I read somewhere, some time ago, that the sound of an infant crying is one of the most stress-inducing sounds for the human ear to hear; it induces anxiety in the listener, and for good reason – a baby’s survival naturally depends upon its ability to command the resources of its mother or father or any other adult human being that is equipped to care for it. Our natural response, then, to a baby’s cry, is to rush to it and seek to resolve whatever problem is causing said baby to cry. Which is great, for the baby. Not so great for the exhausted mother who really, really wants to sleep, badly, or at least have her arms to herself for a minute or two, but can’t, because her particular baby a) has recurring gastrointestinal challenges that, quite understandably, upset him and cause him to cry, and b) just really likes to be held ALL THE FREAKING TIME and is not afraid to say so.
I’ve also read, everywhere, that when baby’s crying gets to be too much, you should just take a break. Put baby down somewhere safe, they say, and walk away for a few minutes and stretch and breathe and try to calm yourself down. Which, ha. Did ‘they’ not get the memo on the stress-inducing pitch of an infant’s cry? I can no more walk away from my crying baby to stretch and breathe and “calm myself down” (*makes frantic air quotes with fingers*) than I could leave my toddler playing with her crayons in the middle of a busy street while I painted my toenails or some such shit. NOT. POSSIBLE.
Fine, they say. If that doesn’t work: get help. Find someone to hold baby while you take a break, take a bath, listen to some music. Which, yeah, great idea. UNLESS there’s no-one around to help. Unless your husband is working these super-insane long hours making stupid TV commercials that are really only hastening the decline of civilization anyway so even though you know the paycheck is important you’re all like whaddup dude plz come home but anyway he’s just not at home when you could most use the break and he’s not going to be home for the whole goddamned long weekend and you live in a new town and only know, like, one other person and maybe you could call on your neighbors but, um, you’re topless because holy hell the nipple chafing and in any case the ones that are around in the daytime are mostly elderly and your giant freakishly strong baby would probably break their arms and so what are you supposed to do then, huh? HUH? ANSWER ME THIS, BABY EXPERTS. And, then, prescribe me some Zoloft, because, seriously.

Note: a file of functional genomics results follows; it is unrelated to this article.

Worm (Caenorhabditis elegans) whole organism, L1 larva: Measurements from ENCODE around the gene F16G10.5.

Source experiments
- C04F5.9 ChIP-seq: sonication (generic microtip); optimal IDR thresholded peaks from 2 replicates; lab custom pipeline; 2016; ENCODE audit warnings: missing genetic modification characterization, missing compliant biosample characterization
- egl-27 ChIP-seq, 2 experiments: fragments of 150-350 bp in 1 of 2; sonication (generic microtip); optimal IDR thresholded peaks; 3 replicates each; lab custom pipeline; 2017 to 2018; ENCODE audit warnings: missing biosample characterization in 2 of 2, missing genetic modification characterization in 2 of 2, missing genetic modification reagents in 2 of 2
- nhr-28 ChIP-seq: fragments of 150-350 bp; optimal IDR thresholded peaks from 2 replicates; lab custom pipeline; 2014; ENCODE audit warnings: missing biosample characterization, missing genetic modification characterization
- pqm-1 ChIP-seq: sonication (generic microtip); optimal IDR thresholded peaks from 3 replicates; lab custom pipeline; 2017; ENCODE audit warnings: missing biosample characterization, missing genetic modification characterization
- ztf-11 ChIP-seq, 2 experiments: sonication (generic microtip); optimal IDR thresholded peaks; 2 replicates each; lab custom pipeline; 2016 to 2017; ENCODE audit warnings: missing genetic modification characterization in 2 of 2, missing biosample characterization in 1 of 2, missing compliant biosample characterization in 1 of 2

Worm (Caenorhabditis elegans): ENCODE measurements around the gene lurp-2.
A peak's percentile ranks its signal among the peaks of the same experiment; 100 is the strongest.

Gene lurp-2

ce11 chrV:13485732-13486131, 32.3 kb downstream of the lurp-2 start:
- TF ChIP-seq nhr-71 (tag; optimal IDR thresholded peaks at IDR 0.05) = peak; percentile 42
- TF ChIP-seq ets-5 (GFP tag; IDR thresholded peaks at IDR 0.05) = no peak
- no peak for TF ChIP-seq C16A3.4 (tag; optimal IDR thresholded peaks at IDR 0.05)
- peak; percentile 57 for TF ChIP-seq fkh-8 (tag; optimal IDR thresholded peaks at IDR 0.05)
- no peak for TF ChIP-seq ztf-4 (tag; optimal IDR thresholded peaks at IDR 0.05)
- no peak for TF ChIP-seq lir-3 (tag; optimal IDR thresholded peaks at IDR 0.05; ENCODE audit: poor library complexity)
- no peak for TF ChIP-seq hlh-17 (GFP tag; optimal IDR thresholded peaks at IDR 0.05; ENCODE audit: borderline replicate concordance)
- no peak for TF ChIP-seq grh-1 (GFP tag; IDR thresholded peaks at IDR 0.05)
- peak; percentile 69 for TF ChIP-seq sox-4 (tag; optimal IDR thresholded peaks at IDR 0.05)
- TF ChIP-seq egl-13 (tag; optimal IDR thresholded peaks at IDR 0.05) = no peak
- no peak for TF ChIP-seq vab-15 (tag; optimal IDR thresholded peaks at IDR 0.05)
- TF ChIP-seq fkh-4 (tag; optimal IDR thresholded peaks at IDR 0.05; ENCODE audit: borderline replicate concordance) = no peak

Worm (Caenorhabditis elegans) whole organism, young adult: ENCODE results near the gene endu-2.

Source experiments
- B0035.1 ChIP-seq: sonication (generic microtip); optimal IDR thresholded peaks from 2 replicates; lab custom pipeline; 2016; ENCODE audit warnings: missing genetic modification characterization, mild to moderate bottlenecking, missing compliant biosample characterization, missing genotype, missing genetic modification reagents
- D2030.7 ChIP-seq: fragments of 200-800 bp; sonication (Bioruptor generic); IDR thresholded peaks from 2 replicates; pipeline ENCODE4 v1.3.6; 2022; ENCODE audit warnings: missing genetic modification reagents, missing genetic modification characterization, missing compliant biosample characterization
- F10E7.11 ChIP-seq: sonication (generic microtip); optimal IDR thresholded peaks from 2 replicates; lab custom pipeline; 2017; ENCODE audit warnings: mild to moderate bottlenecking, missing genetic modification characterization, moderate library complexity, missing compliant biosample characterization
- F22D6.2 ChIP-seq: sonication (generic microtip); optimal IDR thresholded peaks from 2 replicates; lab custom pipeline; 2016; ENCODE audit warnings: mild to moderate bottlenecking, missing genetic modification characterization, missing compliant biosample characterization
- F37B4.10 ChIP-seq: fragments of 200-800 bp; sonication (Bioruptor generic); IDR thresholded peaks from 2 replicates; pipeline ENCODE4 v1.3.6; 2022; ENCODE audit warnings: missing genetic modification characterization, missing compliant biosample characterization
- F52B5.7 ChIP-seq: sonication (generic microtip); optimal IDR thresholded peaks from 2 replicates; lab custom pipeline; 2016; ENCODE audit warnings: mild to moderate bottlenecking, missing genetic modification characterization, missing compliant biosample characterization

He’s sleeping now, merciful heavens, pressed against me, his chest rising and falling against my own, his little fist curled against my neck and this is so, so sweet, but still – my arms hurt and I am tired and I am bracing myself for the long evening ahead and I am wishing that I had, the other day, given in more fully to the happiness that I suspected would be fleeting (as I was exhorted to do by a friend, who lobbed Pindar at me: We are things of a day/What are we? What are we not?/A shadow in a dream in man, no more./But when the brightness comes, and it is given by the gods/Then there is a shining of light on men, and their life is sweet. Which is ancient Greek for chill the fuck out, dude and enjoy it while it lasts. Woe that I did not do this, because my happy reserves are seriously getting depleted.)
I know that the moments of brightness are many, and my heart is nourished by the weight of my sweet, sweet baby against my breast, but still. This shit is hard.